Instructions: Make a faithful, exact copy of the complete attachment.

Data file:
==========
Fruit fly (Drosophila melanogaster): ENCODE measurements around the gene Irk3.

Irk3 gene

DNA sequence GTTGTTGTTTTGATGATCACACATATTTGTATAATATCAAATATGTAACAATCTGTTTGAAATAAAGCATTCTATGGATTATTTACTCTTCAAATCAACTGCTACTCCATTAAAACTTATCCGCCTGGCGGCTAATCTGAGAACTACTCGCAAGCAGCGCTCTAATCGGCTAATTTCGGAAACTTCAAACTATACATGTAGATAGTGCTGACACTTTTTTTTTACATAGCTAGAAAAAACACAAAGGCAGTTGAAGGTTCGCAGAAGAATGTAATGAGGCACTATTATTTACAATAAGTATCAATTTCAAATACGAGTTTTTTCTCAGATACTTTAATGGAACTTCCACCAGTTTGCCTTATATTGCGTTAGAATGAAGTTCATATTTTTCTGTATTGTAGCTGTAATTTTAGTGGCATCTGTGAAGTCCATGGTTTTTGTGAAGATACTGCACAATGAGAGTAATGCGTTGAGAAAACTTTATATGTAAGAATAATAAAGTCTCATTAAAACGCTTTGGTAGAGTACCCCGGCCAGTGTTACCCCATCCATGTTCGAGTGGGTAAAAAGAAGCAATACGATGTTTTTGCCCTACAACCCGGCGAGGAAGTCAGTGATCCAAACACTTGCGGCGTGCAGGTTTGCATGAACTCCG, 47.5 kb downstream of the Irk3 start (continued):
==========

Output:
Fruit fly (Drosophila melanogaster): ENCODE measurements around the gene Irk3.

Irk3 gene

DNA sequence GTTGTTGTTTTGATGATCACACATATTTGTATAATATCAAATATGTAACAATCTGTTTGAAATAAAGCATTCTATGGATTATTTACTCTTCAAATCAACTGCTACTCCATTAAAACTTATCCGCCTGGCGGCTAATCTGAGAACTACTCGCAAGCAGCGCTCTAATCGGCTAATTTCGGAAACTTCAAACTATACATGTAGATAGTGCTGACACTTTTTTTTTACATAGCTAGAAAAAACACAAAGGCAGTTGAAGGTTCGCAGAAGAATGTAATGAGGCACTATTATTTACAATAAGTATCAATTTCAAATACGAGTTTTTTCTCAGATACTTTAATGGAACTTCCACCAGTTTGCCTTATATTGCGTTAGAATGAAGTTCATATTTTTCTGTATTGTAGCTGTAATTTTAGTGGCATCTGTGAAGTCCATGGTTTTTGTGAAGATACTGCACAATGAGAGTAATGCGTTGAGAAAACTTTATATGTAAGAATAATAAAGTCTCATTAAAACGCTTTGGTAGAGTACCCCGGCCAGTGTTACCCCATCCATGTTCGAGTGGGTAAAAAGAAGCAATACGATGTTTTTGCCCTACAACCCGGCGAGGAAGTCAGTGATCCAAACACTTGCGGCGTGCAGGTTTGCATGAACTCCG, 47.5 kb downstream of the Irk3 start (continued):